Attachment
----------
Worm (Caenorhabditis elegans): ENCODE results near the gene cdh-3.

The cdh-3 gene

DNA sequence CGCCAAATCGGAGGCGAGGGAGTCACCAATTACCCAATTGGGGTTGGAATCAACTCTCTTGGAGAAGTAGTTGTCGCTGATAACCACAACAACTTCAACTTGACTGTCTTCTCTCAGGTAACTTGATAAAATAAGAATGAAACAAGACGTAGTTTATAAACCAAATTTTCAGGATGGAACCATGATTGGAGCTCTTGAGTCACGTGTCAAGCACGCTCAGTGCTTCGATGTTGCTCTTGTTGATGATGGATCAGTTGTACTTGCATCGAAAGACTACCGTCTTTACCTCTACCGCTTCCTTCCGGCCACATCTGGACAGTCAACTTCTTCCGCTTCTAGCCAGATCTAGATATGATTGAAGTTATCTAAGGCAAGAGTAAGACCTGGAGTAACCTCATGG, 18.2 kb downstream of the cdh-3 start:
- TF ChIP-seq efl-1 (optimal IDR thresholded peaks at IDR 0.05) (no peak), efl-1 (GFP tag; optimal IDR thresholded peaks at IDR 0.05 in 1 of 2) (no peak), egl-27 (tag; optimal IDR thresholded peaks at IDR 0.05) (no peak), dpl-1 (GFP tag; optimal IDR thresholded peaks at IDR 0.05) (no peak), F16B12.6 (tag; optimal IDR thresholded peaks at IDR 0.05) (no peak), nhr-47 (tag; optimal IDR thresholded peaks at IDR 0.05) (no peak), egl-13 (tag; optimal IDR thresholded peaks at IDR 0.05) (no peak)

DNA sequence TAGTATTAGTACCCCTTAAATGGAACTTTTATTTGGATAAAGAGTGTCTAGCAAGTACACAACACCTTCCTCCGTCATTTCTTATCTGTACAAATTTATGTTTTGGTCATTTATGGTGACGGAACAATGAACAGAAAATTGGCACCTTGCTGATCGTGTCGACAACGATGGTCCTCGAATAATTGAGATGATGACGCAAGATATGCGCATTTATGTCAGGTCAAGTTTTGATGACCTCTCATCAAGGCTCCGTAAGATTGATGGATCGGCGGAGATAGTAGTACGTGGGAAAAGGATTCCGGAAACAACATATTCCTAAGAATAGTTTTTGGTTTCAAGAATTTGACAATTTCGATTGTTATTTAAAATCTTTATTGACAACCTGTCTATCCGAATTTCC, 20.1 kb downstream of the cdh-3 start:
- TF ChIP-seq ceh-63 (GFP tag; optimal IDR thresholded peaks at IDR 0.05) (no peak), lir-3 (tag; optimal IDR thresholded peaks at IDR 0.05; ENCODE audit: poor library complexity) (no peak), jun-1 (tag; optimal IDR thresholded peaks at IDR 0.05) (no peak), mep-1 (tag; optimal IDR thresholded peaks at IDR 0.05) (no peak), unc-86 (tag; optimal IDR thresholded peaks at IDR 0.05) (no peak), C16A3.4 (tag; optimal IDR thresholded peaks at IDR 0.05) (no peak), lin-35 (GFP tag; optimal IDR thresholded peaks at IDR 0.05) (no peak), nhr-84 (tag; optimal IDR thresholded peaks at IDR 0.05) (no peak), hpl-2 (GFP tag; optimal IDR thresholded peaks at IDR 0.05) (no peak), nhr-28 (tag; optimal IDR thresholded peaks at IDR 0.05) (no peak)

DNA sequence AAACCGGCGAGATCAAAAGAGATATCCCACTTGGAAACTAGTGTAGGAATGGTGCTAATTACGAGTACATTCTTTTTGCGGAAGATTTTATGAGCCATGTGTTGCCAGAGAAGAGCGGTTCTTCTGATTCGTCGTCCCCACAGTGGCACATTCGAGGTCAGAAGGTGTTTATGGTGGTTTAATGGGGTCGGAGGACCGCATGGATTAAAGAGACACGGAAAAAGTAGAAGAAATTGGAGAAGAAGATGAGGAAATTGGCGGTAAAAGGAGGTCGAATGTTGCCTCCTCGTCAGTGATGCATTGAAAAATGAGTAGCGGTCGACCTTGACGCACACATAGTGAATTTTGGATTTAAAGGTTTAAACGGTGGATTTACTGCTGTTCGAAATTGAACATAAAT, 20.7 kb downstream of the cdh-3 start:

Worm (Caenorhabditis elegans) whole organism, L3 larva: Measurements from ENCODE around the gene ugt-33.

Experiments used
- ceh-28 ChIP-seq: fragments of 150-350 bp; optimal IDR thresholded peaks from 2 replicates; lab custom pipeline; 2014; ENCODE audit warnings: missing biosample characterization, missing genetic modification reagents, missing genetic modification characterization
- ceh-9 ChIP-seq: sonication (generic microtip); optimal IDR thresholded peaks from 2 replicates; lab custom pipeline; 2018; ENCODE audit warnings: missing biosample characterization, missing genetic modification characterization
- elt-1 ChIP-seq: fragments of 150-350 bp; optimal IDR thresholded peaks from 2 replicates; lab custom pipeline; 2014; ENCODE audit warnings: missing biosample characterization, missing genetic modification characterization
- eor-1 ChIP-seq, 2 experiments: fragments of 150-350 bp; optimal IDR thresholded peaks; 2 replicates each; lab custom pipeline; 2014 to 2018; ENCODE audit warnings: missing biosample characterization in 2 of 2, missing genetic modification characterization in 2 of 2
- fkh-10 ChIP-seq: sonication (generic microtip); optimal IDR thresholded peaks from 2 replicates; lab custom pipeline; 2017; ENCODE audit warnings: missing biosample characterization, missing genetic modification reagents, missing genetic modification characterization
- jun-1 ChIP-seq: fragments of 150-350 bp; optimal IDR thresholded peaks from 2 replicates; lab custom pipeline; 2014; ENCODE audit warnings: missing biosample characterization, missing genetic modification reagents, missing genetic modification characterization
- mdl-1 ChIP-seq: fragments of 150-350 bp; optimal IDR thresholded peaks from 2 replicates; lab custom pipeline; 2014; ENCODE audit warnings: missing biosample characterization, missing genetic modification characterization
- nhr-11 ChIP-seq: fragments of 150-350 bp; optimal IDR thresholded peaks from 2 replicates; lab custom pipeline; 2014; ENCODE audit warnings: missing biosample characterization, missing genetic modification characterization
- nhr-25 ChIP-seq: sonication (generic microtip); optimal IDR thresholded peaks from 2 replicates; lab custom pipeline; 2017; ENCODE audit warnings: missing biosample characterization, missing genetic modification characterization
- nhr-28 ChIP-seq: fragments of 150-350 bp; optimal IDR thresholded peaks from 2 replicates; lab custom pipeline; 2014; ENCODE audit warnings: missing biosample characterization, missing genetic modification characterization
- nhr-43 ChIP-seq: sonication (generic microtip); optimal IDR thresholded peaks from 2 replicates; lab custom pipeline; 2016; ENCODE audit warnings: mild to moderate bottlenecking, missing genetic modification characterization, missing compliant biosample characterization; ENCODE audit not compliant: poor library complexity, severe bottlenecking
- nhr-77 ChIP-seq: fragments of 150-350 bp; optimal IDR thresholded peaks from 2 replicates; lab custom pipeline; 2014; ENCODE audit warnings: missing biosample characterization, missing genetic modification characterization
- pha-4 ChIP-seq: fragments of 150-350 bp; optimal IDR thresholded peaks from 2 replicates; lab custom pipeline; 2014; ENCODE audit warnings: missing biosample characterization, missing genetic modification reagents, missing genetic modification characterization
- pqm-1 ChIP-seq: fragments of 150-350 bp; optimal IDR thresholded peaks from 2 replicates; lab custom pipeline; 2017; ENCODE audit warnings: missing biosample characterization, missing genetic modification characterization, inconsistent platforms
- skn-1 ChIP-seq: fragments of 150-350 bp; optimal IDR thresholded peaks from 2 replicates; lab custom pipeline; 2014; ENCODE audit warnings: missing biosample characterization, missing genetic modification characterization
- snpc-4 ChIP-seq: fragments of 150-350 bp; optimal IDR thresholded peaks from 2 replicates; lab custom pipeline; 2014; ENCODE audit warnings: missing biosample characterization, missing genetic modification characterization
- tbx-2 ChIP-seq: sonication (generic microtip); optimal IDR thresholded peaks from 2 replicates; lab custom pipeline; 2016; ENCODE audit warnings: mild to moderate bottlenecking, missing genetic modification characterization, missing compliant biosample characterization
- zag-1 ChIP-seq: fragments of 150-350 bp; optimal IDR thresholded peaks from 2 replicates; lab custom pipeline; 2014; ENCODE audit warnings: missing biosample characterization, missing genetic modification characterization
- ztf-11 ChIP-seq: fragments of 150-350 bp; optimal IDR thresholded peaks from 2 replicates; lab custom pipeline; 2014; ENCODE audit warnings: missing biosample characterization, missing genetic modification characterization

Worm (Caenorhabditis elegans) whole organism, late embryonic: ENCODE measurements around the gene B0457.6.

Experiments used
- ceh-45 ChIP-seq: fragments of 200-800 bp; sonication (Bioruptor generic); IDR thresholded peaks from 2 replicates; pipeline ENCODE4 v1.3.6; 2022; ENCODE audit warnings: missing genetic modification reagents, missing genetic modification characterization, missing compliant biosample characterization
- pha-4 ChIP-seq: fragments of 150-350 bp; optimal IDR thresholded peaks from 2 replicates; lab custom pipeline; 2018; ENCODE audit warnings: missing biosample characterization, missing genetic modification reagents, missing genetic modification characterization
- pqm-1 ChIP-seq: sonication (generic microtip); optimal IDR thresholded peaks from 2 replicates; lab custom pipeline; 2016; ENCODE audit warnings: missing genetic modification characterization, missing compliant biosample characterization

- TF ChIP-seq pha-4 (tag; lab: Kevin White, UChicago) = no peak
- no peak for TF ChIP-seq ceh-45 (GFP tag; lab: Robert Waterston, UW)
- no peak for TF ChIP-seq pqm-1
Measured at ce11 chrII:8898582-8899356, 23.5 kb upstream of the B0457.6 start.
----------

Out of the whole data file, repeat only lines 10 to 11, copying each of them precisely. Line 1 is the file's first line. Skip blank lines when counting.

- ceh-28 ChIP-seq: fragments of 150-350 bp; optimal IDR thresholded peaks from 2 replicates; lab custom pipeline; 2014; ENCODE audit warnings: missing biosample characterization, missing genetic modification reagents, missing genetic modification characterization
- ceh-9 ChIP-seq: sonication (generic microtip); optimal IDR thresholded peaks from 2 replicates; lab custom pipeline; 2018; ENCODE audit warnings: missing biosample characterization, missing genetic modification characterization